classical economists


Also found in: Financial.

classical economists

the major economic theorists, including Adam SMITH, Thomas MALTHUS, David Ricardo, John Stuart MILL, who, in the late 18th and early 19th centuries were responsible for the foundation of modern ECONOMICS. The classical economists analysed the working of the capitalist economy as the outcome of the economic interaction of landowners, capitalists and labour. Thus, the early economists were involved in a form of CLASS analysis which remains central to modern sociology, especially as the result of the work of MARX (see also MARXIAN ECONOMICS). Subsequently, with the ‘marginalist revolution’ in economics from the 1870s onwards (see NEOCLASSICAL ECONOMICS), development of the paths of sociology and mainstream economics tended to diverge, and economics became associated with the conduct of economic analysis in terms of the behaviour of abstract individuals (see also POLITICAL ECONOMY, ECONOMIC SOCIOLOGY, INSTITUTIONAL ECONOMICS).
References in periodicals archive ?
And if that happens, many of us will find ourselves agreeing with the economist John Maynard Keynes who expressed his frustration with the classical economists who would not advise their governments to intervene with stimulus in order to speed up economic recovery after the Great Depression which happened between 1920 and 1929.
The great classical economists, especially Adam Smith and David Ricardo, recognized three factors of production: land, labor, and capital.
While the classical economists generally supported what Adam Smith described as the "system of natural liberty," those economists also weighed in on numerous issues of public discussion.
He complained that classical economists had discussed the nature of recession in real terms and then brought in money only at the very end.
The treatment of competition as free competition by the classical economists, Marx and Marshall is a different matter.
In money, the classical economists were Public Choice theorists before the formal development of that theory.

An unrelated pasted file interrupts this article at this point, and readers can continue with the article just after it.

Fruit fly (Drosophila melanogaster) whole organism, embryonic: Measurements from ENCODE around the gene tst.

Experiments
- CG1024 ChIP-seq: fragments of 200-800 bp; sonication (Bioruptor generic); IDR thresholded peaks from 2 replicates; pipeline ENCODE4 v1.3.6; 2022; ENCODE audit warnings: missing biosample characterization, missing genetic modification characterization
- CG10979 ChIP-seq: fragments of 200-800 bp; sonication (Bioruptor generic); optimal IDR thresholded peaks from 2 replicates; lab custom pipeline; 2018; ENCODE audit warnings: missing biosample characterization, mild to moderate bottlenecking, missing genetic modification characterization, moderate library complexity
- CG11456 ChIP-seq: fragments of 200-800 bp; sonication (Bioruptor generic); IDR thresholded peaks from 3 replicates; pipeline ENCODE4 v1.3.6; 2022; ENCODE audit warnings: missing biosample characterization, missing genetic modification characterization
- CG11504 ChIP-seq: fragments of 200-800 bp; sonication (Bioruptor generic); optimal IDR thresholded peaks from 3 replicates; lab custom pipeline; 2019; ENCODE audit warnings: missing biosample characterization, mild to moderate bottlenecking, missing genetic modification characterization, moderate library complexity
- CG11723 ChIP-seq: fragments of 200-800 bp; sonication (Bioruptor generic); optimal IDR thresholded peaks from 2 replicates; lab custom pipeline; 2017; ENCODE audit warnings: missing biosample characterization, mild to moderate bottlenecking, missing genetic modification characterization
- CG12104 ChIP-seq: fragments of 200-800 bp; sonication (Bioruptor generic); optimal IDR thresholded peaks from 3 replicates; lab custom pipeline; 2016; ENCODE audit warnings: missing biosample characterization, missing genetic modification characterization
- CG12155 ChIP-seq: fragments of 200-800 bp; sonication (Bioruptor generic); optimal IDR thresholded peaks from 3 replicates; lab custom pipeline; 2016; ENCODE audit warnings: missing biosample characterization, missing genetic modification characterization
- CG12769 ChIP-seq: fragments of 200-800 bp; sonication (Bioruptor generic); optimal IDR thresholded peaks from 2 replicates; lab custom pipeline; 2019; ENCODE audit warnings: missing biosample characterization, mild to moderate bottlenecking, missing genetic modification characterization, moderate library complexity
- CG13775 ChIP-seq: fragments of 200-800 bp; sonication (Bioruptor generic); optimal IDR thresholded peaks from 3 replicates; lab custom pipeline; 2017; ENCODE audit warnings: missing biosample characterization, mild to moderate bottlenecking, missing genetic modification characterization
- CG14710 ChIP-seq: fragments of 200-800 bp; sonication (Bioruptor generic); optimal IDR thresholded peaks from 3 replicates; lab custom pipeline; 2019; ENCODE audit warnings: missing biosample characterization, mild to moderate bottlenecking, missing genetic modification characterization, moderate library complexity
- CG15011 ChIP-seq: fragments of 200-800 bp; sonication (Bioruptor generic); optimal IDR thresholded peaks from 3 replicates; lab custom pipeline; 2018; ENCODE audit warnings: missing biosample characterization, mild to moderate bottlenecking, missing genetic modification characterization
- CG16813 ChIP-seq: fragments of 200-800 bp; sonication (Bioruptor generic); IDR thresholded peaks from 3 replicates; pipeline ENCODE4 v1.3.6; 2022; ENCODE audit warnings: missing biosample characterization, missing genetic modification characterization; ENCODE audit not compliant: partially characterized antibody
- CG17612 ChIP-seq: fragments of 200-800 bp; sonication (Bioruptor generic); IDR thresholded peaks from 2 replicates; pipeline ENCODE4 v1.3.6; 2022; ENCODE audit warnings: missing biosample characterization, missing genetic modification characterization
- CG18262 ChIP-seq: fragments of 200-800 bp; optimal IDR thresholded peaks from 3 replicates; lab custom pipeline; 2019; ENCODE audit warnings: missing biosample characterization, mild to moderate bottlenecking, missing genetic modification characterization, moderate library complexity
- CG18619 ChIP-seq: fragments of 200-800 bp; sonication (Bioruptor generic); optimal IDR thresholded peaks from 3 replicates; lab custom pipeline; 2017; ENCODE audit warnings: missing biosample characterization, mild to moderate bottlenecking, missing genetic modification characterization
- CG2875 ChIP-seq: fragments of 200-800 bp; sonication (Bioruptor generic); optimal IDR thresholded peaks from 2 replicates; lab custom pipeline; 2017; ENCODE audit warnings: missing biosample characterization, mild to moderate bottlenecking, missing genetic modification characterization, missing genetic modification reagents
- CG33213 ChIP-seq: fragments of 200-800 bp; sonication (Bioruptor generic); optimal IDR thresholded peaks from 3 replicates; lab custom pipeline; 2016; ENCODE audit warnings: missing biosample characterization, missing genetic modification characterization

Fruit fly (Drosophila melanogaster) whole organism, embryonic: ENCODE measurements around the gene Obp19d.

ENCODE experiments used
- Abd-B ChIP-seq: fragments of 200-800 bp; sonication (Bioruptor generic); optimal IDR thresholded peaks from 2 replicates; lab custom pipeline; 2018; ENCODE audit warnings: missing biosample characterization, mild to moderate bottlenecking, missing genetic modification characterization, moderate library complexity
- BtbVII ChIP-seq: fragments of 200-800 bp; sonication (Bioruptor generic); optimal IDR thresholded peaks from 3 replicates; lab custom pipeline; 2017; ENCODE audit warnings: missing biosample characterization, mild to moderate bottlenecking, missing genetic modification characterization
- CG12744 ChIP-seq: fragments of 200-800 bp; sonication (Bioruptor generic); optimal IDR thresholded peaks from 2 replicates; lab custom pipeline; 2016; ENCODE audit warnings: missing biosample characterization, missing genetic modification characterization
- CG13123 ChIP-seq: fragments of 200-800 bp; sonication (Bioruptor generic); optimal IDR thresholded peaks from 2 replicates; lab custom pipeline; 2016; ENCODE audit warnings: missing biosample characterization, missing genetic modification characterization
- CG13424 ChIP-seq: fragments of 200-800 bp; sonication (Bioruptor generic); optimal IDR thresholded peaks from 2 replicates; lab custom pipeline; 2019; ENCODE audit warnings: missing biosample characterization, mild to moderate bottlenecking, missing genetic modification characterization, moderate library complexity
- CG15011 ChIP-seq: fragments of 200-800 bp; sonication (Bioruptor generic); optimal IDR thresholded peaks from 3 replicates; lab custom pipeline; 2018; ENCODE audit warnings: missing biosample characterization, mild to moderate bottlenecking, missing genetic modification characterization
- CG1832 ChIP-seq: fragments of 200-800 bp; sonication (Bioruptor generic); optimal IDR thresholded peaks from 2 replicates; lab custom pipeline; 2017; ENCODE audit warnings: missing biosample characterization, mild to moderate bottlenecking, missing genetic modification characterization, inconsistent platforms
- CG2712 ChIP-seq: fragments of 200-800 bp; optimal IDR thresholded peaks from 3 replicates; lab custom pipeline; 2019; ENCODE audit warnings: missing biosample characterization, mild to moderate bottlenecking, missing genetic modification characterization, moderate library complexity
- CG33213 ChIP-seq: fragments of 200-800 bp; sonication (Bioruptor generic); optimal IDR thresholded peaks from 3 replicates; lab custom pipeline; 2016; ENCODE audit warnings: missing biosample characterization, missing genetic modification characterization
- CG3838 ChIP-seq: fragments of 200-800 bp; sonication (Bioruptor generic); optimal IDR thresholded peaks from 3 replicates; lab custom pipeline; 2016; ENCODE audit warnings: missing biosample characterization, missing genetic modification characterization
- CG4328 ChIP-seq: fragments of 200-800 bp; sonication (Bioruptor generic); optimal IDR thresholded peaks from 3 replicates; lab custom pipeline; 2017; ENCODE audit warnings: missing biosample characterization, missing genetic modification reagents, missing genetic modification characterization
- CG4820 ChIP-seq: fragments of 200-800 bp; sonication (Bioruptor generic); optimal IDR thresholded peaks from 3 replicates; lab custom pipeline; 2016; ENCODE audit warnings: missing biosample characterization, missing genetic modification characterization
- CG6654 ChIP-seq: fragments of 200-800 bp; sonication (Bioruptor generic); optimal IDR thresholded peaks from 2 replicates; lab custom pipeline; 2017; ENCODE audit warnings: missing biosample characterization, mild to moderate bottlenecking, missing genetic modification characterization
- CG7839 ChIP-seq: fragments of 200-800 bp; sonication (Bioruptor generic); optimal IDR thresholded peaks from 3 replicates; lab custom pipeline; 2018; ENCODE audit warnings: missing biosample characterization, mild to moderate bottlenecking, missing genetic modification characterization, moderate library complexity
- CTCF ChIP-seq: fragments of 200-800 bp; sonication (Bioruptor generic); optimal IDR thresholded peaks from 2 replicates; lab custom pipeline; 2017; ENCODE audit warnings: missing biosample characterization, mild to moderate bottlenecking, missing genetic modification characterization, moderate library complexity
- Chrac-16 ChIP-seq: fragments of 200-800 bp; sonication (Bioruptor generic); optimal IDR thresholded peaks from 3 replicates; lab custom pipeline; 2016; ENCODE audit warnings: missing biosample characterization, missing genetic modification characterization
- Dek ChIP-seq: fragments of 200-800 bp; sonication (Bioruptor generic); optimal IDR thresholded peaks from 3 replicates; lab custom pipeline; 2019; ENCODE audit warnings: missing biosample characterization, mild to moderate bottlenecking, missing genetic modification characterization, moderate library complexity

Capital in the Twenty-First Century" has reignited economists' interest in the dynamics of wealth and its distribution -- a topic that preoccupied classical economists such as Adam Smith, David Ricardo and Karl Marx.
According to the classical economists, workers got wages, capitalists got profits on the capital they invested, and the owners of natural resources got rents.
A defender of eugenics and an advocate of Prohibition, Fisher hailed "the change from extreme laissez faire doctrines of the classical economists to the modern doctrines of governmental regulation and social control.
The new classical economists rarely mentioned aggregate demand and downplayed the possibility that a plunge in aggregate demand could generate a recession or that the cure for a recession would involve public policy that would raise aggregate demand.
As to the second point, Dooyeweerd rejects the views of the French Physiocrats, English Classical economists, Austrian school, and German historical school, which respectively depict economic laws as natural laws, mathematical equations, and ideal-typical rules.
The neoclassical economists, whom Keynes in the General Theory incorrectly, but cleverly, labeled as classical economists, had always admitted that economies could go through recessions or even depressions.